# Re: [Keelynet] Static electricity

```  Hello! Lighting a fluorescent bulb with the Van De Graf is indeed work
performed, but how much power is the Van using to light the bulb?
I have a question for everyone; Can the high voltage from an electrostatic
machine be channeled through a homopolar generator that will increase the high
voltage's amplitude? If you could get the 10 or 20 thousand volts coming out of
your electrostatic genny to have 5 or 6 amps, this would be usable juice. And,
classical homopolar gennys use a disc within a magnetic field. Can't one be
built that is Tubular? A tubular design would, it seems to me, decrease the
force needed to turn the rotor, since the radius between the axle and load
would be very small. Of course, cooling might be a problem in this design.
Maybe Walter's machine is wired in a similar way; just as the magnets are
about to stroke the coils, the electrostatics are piped through the coils
simultaneously, resulting in a higher, usable amplitude. An electrostatically
induced magneto? I don't understand why Walter needs 4 car batteries, though.
Maybe he is using a 'Split the Positive' circuit.  Mitch
----- Original Message -----
From: GABE KOUSOUROS
To: Interact
Sent: Thursday, November 23, 2006 5:33 PM
Subject: Re: [Keelynet] Static electricity```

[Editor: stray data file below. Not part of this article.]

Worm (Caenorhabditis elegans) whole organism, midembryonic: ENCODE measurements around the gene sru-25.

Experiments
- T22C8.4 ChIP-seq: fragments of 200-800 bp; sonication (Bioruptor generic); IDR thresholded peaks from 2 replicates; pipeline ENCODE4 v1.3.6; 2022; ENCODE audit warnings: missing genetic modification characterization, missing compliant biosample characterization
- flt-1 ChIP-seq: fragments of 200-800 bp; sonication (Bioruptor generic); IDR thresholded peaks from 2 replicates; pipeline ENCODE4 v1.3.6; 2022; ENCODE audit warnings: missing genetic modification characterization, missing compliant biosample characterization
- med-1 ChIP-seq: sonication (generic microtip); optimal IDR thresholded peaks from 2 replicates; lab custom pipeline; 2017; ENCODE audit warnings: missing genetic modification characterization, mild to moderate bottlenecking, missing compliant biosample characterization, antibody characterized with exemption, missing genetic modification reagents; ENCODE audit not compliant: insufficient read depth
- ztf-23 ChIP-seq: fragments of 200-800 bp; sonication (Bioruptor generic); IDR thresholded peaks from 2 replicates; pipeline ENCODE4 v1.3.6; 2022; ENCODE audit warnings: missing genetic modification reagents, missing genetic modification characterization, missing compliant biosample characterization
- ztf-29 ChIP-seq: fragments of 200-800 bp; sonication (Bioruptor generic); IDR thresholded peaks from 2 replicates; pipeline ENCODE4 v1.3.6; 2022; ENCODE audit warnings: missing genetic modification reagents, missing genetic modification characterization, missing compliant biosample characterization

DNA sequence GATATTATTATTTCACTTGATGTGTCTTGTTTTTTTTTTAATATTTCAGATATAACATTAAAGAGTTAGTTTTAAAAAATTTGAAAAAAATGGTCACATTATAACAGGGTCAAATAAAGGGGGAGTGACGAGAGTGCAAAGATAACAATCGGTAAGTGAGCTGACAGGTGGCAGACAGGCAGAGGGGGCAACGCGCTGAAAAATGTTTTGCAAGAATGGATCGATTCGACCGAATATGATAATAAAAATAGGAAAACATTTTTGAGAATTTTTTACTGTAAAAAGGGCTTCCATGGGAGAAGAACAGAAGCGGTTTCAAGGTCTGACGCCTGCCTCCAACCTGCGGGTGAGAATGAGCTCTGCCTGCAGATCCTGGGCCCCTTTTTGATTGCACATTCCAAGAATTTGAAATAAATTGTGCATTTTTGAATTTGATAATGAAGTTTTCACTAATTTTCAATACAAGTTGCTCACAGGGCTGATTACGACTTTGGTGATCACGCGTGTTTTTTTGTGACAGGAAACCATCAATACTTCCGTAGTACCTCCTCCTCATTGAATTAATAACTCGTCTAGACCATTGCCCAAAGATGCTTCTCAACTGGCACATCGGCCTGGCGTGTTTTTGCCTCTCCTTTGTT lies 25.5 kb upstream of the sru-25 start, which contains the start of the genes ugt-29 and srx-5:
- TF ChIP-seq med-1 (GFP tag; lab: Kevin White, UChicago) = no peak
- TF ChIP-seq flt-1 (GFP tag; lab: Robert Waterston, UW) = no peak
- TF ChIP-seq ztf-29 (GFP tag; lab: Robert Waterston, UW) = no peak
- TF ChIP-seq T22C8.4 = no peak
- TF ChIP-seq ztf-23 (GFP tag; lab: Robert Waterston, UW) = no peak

```

RALLY MY VAN DE GRAAF LIGHT A FLORESENT LIGHT BULB ISNT THAT WORK?

GABE

Mitch <[EMAIL PROTECTED]> wrote:
11/20/06 - Self-Running Generator powered by Static Electricity

Interesting article. Walter is right that static is everywhere. But it
has its set of 'special' problems. I have played around quite a bit with static
elctricity, even to the point of building my own very large Van de Graf. The
one thing that I could not do was to hold on to the charge long enough to get
it to any useful work. It just wouldn't stay in the wires. Every time I tried
to make a transformer with static, the juice simply ignored the coil, and went
wherever it wanted to, including right through the dielectric. It was like
trying to push a rope. I wonder how this guy solved this problem, if indeed
this is even legit. Another problem is static's dependancy on lower humidity
conditions. Moisture seems to 'kill' the field, so how does Walter's machine
perform on a rainy day? I think we need to find this Walter Owens guy, and his
pending Patent. Mitch

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